The book consists of 13 science fiction novellas all written between 1950 and 1980. At the outset, I am a bit disappointed that I didn’t like the book as much as I thought I would. The start was fantastic, with Isaac Asimov’s “Profession”, where he manages to narrate a story that’s universal and timeless. I wasn’t particularly impressed with John Campbell’s piece, though it was made into comics and movies. Lester Del Ray’s “For I am Jealous People” has an intriguing plot in which God abandons the human race and sides with aliens.
“The Mortal and the Monster” by Gordon Dickson also proved too slow for my liking, and though well paced David Drake’s “Time Safari” seems jaded now that we are inundated with Jurassic monsters regularly on the screen. Phyllis Eisenstein’s “In the Western Tradition” is an interesting plot but from just a human angle.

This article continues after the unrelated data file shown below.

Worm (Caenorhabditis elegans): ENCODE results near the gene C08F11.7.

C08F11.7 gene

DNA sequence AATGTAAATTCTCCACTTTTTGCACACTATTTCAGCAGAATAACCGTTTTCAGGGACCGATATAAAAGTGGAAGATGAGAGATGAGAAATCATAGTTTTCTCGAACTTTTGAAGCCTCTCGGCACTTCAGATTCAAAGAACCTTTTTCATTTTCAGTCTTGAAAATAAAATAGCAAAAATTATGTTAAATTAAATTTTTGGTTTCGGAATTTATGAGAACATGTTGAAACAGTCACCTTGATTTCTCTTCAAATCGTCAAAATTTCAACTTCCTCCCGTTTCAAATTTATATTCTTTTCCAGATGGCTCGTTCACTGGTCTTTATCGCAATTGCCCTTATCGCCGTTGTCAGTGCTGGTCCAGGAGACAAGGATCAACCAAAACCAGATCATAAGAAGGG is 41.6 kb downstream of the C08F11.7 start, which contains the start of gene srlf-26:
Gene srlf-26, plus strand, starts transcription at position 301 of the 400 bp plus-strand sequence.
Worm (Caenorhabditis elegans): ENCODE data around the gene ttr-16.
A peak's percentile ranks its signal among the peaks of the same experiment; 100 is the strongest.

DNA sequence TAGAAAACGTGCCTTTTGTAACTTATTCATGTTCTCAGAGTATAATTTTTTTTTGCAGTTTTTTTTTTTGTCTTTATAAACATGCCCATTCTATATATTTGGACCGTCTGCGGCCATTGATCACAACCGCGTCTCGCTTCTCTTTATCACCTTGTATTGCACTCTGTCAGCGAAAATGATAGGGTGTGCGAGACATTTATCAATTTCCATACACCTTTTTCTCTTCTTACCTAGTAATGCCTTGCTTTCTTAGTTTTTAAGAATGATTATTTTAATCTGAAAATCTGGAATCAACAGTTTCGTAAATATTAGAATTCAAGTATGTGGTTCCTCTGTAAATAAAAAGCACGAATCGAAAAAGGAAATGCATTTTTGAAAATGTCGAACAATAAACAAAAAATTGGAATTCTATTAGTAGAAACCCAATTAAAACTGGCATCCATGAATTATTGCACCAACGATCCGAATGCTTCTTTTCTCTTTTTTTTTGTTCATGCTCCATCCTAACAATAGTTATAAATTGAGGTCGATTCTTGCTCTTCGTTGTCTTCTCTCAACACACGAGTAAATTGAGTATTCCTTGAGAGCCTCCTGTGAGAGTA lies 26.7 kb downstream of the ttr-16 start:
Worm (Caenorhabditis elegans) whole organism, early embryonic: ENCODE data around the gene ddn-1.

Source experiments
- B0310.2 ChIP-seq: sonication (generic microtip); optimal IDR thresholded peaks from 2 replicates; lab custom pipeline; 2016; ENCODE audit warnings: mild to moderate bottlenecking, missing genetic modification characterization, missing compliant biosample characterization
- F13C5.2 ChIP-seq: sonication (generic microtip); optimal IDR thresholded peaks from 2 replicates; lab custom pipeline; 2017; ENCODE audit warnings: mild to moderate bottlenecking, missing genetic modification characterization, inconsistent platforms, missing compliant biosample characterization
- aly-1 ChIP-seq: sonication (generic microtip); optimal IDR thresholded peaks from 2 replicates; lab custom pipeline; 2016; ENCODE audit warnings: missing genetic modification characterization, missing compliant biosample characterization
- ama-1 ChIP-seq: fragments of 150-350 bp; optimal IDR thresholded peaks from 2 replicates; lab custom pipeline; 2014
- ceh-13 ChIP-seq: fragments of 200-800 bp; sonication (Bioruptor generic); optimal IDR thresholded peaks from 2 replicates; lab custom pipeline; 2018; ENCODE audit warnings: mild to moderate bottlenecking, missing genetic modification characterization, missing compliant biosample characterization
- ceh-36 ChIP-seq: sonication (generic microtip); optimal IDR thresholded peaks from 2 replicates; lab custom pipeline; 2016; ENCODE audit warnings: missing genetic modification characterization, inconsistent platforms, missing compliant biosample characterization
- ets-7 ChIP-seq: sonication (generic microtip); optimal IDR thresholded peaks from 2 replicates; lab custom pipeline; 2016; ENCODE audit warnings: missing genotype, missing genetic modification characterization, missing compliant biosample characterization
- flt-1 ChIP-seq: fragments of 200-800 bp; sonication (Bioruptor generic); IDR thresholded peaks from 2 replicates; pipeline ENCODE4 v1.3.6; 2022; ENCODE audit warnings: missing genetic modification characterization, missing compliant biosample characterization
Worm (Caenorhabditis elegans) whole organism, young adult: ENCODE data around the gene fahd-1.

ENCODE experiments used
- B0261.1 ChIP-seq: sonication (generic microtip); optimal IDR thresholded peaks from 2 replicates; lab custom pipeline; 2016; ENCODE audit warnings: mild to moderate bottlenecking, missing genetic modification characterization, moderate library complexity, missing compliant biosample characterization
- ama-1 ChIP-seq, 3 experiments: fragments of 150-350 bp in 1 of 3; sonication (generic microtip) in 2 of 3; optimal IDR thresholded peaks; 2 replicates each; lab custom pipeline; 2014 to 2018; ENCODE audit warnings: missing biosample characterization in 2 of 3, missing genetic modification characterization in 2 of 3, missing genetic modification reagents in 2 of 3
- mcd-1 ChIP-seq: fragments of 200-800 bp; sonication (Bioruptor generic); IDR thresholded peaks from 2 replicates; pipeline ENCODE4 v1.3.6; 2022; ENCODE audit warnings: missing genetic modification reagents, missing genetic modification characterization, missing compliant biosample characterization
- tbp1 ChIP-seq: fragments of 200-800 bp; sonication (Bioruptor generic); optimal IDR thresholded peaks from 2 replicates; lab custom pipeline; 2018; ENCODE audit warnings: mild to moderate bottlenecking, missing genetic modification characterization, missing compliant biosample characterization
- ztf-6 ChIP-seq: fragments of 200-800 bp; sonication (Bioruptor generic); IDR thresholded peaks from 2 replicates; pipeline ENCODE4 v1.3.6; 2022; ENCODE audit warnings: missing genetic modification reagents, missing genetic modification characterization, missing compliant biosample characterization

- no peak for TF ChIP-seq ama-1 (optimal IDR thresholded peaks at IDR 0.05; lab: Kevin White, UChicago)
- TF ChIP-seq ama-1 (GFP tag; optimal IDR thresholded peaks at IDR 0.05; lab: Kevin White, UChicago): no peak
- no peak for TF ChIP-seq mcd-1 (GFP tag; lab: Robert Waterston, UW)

“The Alley Man” by Philip Jose Farmer was too convoluted and slow for me, but I found the concept of John Jakes’ The sellers of the dream” very intriguing. Donald Kingsbury’s “The Moon Goddess and the Son” was another extended work and I gave up on Barry Longyear’s “Enemy Mine” after a few pages. Larry Niven’s “Flash Crowd” had teleportation which I have always found interesting and it helped that it was a fast moving plot. Frederik Pohl’s “In the Problem Pit” was also just barely there but the book ended reasonably well with Robert Silverberg’s “The Desert of Stolen Dreams”.
There were indeed many stories which I would rate as good science fiction, but there were too many universal human condition stories which were science fiction only because of a setting which then faded into insignificance. There were also a couple of fantasy works which seemed to be masquerading as science fiction. I would say that the “Science Fiction Treasury” edited by Isaac Asimov is a much better read. But it’s still amazing to see many of the concepts spread between what is now reality, or aspirational or still science fiction.